Reasoning for Alternative Fuels Essay

Pages: 10 (2741 words)  ·  Style: APA  ·  Bibliography Sources: 5  ·  File: .docx  ·  Level: College Senior  ·  Topic: Energy

SAMPLE EXCERPT . . .

The costs that are higher are being delivered on to the customer, either straightforwardly, as is the situation of shipping where freight fees are rising, or circuitously as is the circumstance of airlines, where travelers are being charged extra fuel surcharges. These charge increases are likely to have major impacts on movement and trade, including on the modal split.

Some more changes are taking place because higher transport prices are increasing the transportation of distance and restrain movement. What most do not realize is that the major customer of petroleum the transport industry has to raise the rates. Across the board increases are causing people to reconsider their designs of development and companies to regulate their source and circulation chains. One of the predictable effects of these increase of cost is a decay in passenger carriers and freight shipments, such as airlines are expecting a discount in trips. Even school districts are forestalling decreasing the number of busses and making children walk a more distant to school.

For the reason that the impression of higher fuel costs hits the modes a little different, a modal shift is expected. Air transport and road are more fuel concentrated than the other methods, and so fuel price rises are likely to influence upon them more harshly than other modes. This change can move to a shift that is toward water and rail transports specifically.

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An additional influence of fuel price upsurges is better fuel economy throughout the modes. One of the changes realized in transportation is that one of the best ways for all modes to decrease ingesting is to reduce speeds. A future of high energy prices is probable to have a major influence on just-in-time releases, and lead to a reorganizing of supply chains.

Rise in Cost

TOPIC: Essay on Reasoning for Alternative Fuels All Assignment

Cargo business fuel prices have gone up considerably in recent years experts say that it will go up even higher in the near future. Between 2003 and 2008 the average U.S. fuel retail prices almost tripled, from $1.77 to $4.10 per gallon, and these high prices are predicted to last due to growing international request and rising cost of production (Jackson 2007).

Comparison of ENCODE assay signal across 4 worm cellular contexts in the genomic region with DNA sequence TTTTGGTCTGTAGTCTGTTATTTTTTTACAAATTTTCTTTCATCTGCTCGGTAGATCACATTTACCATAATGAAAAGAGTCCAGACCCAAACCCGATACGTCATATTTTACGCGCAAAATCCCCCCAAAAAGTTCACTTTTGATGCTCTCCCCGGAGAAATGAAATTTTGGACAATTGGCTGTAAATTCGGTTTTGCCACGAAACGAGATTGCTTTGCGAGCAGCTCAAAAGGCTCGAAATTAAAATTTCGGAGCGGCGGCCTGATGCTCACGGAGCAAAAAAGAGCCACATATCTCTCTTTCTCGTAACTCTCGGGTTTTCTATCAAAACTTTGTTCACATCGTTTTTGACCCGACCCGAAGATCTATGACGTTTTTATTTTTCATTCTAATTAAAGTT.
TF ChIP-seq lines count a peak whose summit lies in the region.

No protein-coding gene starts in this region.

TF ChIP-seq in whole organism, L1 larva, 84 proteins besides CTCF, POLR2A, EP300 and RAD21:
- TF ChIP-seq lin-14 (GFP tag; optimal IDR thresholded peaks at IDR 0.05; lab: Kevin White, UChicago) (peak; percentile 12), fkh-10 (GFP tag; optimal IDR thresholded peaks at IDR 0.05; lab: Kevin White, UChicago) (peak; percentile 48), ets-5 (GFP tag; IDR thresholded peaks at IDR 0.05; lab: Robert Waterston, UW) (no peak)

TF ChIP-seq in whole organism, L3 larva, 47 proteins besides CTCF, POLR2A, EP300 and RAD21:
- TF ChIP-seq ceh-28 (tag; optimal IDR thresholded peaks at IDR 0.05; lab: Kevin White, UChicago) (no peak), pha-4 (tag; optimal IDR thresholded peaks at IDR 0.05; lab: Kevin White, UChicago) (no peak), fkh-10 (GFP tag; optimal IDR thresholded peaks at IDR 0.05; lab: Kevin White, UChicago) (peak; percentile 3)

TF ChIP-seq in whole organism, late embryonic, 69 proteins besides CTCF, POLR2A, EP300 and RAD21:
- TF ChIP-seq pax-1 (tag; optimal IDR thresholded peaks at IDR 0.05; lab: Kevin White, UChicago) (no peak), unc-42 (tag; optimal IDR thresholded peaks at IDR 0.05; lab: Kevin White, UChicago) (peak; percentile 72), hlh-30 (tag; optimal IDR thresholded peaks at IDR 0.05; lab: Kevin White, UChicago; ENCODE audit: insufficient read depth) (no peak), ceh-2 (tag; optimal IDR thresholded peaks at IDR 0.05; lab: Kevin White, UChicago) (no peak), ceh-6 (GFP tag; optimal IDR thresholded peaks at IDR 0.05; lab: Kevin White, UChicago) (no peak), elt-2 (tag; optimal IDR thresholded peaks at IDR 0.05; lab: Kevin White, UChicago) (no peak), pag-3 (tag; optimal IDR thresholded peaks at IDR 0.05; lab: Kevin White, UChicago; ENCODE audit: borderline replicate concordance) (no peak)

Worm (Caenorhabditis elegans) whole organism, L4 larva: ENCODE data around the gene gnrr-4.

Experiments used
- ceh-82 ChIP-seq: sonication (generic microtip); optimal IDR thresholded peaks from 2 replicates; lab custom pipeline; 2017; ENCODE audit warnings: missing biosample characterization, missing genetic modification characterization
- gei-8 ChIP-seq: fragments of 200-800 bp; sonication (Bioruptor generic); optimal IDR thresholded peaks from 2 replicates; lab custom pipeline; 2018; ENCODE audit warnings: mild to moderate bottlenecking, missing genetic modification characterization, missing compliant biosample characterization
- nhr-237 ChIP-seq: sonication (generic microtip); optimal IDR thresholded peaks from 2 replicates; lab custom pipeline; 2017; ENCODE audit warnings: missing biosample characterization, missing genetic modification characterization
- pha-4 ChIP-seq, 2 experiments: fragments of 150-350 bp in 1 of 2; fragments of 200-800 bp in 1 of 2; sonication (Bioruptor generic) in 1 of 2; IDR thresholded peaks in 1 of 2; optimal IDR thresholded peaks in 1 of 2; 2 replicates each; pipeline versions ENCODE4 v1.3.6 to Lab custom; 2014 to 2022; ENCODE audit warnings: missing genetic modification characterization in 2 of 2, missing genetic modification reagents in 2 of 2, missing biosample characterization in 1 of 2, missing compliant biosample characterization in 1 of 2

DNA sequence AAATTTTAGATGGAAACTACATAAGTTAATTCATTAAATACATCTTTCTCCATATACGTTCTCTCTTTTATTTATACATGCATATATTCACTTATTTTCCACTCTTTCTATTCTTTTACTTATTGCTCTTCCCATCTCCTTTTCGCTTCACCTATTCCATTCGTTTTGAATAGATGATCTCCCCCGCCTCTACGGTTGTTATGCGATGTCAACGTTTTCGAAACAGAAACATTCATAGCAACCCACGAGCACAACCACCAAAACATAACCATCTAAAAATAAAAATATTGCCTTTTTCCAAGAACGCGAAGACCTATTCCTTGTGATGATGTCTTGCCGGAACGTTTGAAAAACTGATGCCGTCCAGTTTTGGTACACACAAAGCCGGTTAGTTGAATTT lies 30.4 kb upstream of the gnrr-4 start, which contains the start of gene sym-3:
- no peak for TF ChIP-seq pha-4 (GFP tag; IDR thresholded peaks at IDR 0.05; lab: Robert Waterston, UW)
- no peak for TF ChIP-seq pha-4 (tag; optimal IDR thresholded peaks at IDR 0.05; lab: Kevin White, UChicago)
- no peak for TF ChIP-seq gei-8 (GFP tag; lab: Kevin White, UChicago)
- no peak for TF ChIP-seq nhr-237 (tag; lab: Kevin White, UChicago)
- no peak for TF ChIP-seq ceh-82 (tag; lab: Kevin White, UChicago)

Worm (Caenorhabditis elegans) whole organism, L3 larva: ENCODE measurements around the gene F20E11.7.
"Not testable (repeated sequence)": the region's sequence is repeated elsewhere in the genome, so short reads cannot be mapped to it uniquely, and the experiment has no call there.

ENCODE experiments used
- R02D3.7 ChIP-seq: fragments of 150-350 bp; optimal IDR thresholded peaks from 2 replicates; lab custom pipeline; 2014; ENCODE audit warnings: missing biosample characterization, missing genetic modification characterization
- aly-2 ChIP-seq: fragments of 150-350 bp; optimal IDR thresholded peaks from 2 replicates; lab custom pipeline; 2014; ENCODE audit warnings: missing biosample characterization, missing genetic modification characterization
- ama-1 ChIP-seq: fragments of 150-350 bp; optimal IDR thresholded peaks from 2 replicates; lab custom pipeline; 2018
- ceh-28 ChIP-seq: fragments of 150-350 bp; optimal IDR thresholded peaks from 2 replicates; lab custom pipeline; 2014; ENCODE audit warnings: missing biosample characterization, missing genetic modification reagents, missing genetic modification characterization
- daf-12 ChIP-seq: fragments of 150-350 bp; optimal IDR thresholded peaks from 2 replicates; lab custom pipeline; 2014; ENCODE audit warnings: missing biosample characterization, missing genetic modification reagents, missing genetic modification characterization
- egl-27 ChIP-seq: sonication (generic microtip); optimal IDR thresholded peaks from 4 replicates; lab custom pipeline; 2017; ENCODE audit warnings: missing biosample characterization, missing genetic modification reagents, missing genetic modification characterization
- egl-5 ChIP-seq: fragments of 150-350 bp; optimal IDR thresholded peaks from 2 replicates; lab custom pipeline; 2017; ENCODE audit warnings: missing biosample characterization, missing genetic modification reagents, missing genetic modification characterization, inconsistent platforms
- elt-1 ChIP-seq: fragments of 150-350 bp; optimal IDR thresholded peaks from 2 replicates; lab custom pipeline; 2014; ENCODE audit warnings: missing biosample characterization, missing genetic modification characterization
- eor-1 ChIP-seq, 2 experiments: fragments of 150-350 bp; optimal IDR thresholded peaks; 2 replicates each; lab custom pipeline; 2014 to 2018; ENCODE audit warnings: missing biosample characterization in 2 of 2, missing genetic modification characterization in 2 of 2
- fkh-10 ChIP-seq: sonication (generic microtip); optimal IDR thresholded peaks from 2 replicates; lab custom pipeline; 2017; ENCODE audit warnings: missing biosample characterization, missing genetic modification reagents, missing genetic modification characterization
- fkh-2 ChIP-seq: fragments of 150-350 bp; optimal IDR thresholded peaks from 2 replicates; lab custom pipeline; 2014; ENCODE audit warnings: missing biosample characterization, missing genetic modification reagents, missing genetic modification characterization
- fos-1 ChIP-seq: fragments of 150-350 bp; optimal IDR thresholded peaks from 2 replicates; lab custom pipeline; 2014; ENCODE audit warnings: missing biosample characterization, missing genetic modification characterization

Fuel prices are an issue that is emotional. Even at lower prices many motorists feel they pay more than is fair. There are recurrent requests for investigations into fuel price extracting, and popular campaigns to promote cheaper fuel through polies that are public and consumer boycotts. Therefore, consumer groups, consumers and policy makers are trying to figure out how best to give an answer to fuel prices on the rise

Policies that attempt to decrease fuel prices through sponsorships and tax decreases normally only give modest consumer savings (a few cents per gallon or liter). This is since bigger decreases are so expensive (the grants needed to counterbalance current oil price upsurges would ruin most governments). Furthermore, the producers usually just take a portion of the savings through profit margins that are advanced rather than passing savings on as decrease of cost. It is obvious that the fuel prices in the cargo industry will go up even higher in the future. Many in the cargo business are familiar to low fuel prices and often request price minimization rules. But such policies execute important financial, social and ecological costs, by demanding sponsorships and intensifying total fuel depletion, vehicle travel and land use dispersal. This enlarges the economic costs of bringing in petroleum, pollution emissions, congestion, road and parking facility costs, sprawl and accidents. Instead of trying to lessen fuel prices it is better to just permit prices to go up and help consumers, businesses and communities decrease total fuel costs by raising vehicle and transport system effectiveness. These answers deliver far larger complete benefits.

Environmental Impacts